|MEDIA RELATIONS OFFICE
JET PROPULSION LABORATORY
CALIFORNIA INSTITUTE OF TECHNOLOGY
NATIONAL AERONAUTICS AND SPACE ADMINISTRATION
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Galileo Millennium Mission Status
June 19, 2000
NASA's Galileo spacecraft has left the powerful influence of Jupiter's magnetosphere, marking the first time since early 1996 that Galileo has been outside Jupiter's magnetic area. The spacecraft has now entered the solar wind, which is a stream of particles emitted continually from the Sun that flows at roughly 400 kilometers per second (about 1 million miles per hour).
This transition from the magnetosphere to the solar wind could be thought of as marking the beginning of the joint data gathering by the Galileo and Cassini spacecraft. Galileo will return close to Jupiter in October of this year, and Cassini is preparing to swing by Jupiter in December 2000 to slingshot toward Saturn. While both spacecraft are in Jupiter's neighborhood, their measurements will be compared to gain new understanding about how the solar wind changes as it flows outward near Jupiter's orbit. Later this year, the simultaneous, joint observations of the two spacecraft will allow investigators to discover more about how the solar wind influences Jupiter's magnetic field and the charged particles trapped within it.
"One of the elements of study will be to try to determine the influence of the solar wind on Jupiter's magnetosphere," said Galileo Project Scientist Dr. Torrence Johnson. "We know from previous missions that the magnetosphere is affected by the solar wind -- expanding and contracting depending on solar wind conditions -- but this will be new territory, an opportunity to find out exactly what the solar wind is doing to the magnetosphere."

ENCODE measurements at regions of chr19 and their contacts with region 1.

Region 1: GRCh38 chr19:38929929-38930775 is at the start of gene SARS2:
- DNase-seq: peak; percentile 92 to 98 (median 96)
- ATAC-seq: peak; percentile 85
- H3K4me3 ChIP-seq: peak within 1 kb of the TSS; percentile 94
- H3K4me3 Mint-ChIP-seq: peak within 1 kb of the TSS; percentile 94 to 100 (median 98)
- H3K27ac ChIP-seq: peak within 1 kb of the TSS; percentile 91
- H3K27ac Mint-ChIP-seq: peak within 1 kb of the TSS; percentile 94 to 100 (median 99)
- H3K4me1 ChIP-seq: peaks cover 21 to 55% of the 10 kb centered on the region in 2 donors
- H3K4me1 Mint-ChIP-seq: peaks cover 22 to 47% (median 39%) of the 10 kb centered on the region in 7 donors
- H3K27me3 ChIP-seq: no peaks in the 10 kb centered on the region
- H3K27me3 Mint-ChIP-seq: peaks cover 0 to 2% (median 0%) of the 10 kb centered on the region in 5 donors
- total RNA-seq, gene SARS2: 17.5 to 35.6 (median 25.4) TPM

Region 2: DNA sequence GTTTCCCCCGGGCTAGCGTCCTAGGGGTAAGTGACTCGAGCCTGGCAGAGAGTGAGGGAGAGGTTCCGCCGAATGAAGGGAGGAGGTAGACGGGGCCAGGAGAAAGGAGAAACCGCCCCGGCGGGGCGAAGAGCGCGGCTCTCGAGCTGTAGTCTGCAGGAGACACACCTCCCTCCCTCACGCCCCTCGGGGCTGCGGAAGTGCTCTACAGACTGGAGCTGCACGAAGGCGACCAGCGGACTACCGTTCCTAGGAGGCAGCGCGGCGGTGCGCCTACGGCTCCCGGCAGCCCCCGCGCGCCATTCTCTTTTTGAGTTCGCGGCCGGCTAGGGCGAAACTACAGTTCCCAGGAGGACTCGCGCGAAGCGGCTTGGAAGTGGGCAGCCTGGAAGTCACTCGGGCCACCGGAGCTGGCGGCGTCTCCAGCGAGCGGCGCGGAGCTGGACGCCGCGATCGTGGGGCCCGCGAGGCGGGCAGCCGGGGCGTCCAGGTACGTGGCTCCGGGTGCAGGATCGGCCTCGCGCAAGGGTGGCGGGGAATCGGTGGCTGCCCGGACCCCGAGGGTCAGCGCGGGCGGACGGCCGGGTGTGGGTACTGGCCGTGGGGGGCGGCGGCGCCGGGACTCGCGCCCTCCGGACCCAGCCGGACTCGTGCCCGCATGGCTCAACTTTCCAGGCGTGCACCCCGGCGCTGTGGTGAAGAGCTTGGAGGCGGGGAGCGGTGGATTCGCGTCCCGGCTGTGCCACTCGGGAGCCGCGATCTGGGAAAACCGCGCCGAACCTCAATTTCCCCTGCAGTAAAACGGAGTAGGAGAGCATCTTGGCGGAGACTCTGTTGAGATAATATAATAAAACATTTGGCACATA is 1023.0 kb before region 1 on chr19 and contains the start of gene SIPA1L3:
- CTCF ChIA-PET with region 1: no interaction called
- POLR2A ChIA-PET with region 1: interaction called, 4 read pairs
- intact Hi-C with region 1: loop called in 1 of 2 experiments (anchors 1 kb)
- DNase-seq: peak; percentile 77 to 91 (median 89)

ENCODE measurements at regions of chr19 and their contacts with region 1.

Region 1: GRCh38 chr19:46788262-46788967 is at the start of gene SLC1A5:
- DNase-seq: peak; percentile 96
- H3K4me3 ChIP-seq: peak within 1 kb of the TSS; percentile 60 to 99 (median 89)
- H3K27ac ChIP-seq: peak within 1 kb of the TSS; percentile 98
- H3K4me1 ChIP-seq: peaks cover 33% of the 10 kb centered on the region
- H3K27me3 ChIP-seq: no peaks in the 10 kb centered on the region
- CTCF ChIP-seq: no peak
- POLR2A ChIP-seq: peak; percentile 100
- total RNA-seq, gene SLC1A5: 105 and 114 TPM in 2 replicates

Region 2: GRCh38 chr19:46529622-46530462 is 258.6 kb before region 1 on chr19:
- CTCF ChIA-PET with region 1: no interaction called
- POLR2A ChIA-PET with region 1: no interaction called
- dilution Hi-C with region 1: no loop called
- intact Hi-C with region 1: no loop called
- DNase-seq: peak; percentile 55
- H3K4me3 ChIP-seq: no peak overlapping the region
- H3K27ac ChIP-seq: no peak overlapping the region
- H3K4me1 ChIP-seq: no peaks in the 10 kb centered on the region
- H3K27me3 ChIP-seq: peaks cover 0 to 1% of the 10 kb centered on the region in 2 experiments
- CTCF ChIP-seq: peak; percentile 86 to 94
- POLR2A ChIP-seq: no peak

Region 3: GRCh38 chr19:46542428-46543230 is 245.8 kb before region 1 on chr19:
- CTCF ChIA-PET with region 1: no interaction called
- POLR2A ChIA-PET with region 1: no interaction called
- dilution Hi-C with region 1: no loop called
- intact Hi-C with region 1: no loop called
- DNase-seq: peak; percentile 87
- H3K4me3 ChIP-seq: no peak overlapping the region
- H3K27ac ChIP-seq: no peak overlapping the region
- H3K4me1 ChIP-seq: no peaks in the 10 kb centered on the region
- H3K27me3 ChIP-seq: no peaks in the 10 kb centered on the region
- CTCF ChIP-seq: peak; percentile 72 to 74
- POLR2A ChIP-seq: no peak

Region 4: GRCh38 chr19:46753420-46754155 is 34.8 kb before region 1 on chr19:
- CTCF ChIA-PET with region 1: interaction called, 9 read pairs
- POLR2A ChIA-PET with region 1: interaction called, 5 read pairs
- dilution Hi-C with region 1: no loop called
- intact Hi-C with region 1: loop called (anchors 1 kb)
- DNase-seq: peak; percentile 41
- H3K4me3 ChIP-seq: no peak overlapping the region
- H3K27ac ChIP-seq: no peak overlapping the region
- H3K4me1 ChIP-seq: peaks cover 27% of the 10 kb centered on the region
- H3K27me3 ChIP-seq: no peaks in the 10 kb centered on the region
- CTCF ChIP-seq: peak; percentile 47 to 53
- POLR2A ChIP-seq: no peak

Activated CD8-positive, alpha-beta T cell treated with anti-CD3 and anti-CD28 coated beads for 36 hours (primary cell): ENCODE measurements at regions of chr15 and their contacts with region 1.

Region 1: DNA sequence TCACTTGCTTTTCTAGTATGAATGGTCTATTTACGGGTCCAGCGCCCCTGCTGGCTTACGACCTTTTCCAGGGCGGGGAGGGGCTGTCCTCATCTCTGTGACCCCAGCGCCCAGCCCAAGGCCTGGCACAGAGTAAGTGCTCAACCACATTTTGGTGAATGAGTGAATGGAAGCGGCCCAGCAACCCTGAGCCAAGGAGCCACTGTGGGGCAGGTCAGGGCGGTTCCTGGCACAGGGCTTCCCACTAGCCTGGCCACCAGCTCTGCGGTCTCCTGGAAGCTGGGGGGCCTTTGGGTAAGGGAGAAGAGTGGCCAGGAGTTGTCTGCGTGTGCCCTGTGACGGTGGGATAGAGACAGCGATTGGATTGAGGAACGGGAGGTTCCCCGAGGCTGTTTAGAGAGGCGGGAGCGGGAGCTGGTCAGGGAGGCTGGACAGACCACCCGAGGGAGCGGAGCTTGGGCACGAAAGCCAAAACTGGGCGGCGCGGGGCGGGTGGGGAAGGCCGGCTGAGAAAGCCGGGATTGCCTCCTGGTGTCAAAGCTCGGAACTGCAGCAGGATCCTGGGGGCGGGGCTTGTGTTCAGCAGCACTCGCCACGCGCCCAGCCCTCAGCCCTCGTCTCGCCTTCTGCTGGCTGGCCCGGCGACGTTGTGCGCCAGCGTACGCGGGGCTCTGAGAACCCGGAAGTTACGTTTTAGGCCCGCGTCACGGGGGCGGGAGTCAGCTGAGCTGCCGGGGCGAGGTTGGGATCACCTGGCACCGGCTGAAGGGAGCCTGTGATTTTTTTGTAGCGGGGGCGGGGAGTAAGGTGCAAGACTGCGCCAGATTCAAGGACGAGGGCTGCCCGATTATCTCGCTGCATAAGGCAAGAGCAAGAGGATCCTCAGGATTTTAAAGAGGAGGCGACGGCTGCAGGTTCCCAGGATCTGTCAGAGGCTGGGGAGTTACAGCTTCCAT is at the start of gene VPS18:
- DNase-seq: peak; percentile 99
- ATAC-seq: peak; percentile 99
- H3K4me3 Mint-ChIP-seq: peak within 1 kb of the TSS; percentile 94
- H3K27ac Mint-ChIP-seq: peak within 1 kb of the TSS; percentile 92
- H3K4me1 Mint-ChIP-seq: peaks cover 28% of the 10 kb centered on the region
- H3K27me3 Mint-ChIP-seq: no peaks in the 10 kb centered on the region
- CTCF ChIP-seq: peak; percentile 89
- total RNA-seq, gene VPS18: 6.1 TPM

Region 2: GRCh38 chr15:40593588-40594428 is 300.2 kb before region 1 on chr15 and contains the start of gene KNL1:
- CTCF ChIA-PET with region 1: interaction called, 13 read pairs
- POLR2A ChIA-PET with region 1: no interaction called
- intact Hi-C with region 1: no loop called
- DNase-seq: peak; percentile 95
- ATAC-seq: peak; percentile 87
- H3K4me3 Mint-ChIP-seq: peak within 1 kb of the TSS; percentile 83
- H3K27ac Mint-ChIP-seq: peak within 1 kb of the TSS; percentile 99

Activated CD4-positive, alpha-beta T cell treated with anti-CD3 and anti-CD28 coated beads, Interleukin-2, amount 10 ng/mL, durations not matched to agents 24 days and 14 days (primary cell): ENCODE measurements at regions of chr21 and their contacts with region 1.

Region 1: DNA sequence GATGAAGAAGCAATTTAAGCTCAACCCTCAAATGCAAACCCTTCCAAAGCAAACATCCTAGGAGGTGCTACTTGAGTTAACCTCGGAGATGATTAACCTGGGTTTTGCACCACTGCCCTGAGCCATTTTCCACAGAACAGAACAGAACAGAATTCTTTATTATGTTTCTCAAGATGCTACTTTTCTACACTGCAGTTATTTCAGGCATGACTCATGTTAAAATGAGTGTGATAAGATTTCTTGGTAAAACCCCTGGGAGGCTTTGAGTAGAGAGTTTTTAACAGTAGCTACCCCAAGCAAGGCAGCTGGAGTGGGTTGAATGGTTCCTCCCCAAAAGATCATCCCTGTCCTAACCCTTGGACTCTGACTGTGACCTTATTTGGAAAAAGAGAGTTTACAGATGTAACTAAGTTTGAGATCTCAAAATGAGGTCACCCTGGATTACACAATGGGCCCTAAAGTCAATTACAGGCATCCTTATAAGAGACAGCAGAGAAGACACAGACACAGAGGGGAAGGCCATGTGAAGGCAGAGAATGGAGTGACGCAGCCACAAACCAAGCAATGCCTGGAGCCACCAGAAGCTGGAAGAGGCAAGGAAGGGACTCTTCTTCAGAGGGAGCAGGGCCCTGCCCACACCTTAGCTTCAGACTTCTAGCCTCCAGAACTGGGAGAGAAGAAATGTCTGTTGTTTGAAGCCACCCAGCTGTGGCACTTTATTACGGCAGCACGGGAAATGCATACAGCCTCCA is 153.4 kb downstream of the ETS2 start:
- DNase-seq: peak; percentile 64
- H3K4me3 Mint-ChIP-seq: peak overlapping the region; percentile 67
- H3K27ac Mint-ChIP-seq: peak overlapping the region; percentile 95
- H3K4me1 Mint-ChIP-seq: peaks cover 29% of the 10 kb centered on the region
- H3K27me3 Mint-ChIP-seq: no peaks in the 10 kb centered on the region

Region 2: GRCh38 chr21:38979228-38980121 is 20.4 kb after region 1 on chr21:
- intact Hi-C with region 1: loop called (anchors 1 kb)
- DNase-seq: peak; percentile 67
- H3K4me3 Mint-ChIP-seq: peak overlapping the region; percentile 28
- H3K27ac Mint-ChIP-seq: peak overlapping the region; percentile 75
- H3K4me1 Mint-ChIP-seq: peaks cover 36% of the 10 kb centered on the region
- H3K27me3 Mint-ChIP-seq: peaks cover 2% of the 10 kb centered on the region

"We have now passed through the boundary of Jupiter's magnetosphere and look forward to studying its properties," said Dr. Margaret Kivelson, principal investigator for Galileo's magnetometer instrument at the Institute of Geophysics and Planetary Physics, University of California, Los Angeles. "We know that the boundary has two components -- the shock, which is like the sound barrier, and the magnetopause, where the direct influence of Jupiter's magnetic field ends. In the last week, Galileo passed though this boundary."
In preparation for its observations of Jupiter, Cassini performed a flight path adjustment last week, on June 14. It is now on the path to fly by the huge planet and will be closest to Galileo at the end of December. This maneuver will also allow it to pass by Saturn's outermost moon, Phoebe, at a distance of 2,000 kilometers (about 1,250 miles). Cassini will leave the solar wind and enter Jupiter's magnetosphere at the end of the year. Until then, Cassini will be analyzing cosmic dust and continuing to make fields and particles measurements.
Additional information about the Galileo mission is available at http://galileo.jpl.nasa.gov, and information on the Cassini mission is at http://www.jpl.nasa.gov/cassini/.
Galileo has been orbiting Jupiter and its moons since December 7, 1995, and successfully completed its two-year primary mission on December 16, 1997. That was followed by a two-year extended mission which concluded in December 1999, and Galileo is now continuing its studies under yet another extension, called the Galileo Millennium Mission. JPL, a division of the California Institute of Technology in Pasadena, manages the Galileo mission for NASA's Office of Space Science, Washington, D.C. Cassini is a joint mission of NASA, the European Space Agency and Italian Space Agency, and is managed by JPL for NASA's Office of Space Science, Washington, D.C.